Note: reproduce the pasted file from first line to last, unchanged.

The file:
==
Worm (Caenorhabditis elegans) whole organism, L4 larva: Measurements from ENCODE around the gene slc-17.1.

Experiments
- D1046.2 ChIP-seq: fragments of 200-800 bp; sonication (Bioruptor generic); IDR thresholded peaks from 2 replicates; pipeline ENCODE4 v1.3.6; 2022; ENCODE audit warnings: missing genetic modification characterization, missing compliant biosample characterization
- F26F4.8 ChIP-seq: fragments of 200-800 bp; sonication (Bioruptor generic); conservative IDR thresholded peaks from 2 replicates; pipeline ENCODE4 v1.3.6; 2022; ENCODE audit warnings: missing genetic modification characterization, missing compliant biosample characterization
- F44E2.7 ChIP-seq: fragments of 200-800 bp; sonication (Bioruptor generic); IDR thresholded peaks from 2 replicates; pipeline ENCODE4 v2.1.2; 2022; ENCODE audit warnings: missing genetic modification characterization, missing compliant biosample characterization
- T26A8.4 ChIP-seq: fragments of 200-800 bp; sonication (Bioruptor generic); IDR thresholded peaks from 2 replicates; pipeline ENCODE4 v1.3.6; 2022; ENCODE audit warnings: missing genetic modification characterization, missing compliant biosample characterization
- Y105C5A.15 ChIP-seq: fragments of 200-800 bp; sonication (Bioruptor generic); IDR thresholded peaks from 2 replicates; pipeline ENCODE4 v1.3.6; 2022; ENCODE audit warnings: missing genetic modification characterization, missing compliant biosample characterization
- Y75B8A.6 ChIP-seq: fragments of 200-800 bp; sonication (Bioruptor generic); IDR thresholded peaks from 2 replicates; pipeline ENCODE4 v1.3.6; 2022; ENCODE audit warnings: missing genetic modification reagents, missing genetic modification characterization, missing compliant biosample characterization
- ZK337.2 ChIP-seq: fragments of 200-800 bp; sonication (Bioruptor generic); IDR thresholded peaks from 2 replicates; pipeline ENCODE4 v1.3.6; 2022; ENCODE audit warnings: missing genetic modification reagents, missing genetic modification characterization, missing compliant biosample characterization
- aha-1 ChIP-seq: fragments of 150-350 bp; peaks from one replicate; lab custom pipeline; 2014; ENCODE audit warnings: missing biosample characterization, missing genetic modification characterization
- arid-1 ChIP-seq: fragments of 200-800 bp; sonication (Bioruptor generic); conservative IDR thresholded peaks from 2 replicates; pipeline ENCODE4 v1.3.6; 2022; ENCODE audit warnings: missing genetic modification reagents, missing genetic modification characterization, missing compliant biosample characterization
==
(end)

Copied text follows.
Worm (Caenorhabditis elegans) whole organism, L4 larva: Measurements from ENCODE around the gene slc-17.1.

Experiments
- D1046.2 ChIP-seq: fragments of 200-800 bp; sonication (Bioruptor generic); IDR thresholded peaks from 2 replicates; pipeline ENCODE4 v1.3.6; 2022; ENCODE audit warnings: missing genetic modification characterization, missing compliant biosample characterization
- F26F4.8 ChIP-seq: fragments of 200-800 bp; sonication (Bioruptor generic); conservative IDR thresholded peaks from 2 replicates; pipeline ENCODE4 v1.3.6; 2022; ENCODE audit warnings: missing genetic modification characterization, missing compliant biosample characterization
- F44E2.7 ChIP-seq: fragments of 200-800 bp; sonication (Bioruptor generic); IDR thresholded peaks from 2 replicates; pipeline ENCODE4 v2.1.2; 2022; ENCODE audit warnings: missing genetic modification characterization, missing compliant biosample characterization
- T26A8.4 ChIP-seq: fragments of 200-800 bp; sonication (Bioruptor generic); IDR thresholded peaks from 2 replicates; pipeline ENCODE4 v1.3.6; 2022; ENCODE audit warnings: missing genetic modification characterization, missing compliant biosample characterization
- Y105C5A.15 ChIP-seq: fragments of 200-800 bp; sonication (Bioruptor generic); IDR thresholded peaks from 2 replicates; pipeline ENCODE4 v1.3.6; 2022; ENCODE audit warnings: missing genetic modification characterization, missing compliant biosample characterization
- Y75B8A.6 ChIP-seq: fragments of 200-800 bp; sonication (Bioruptor generic); IDR thresholded peaks from 2 replicates; pipeline ENCODE4 v1.3.6; 2022; ENCODE audit warnings: missing genetic modification reagents, missing genetic modification characterization, missing compliant biosample characterization
- ZK337.2 ChIP-seq: fragments of 200-800 bp; sonication (Bioruptor generic); IDR thresholded peaks from 2 replicates; pipeline ENCODE4 v1.3.6; 2022; ENCODE audit warnings: missing genetic modification reagents, missing genetic modification characterization, missing compliant biosample characterization
- aha-1 ChIP-seq: fragments of 150-350 bp; peaks from one replicate; lab custom pipeline; 2014; ENCODE audit warnings: missing biosample characterization, missing genetic modification characterization
- arid-1 ChIP-seq: fragments of 200-800 bp; sonication (Bioruptor generic); conservative IDR thresholded peaks from 2 replicates; pipeline ENCODE4 v1.3.6; 2022; ENCODE audit warnings: missing genetic modification reagents, missing genetic modification characterization, missing compliant biosample characterization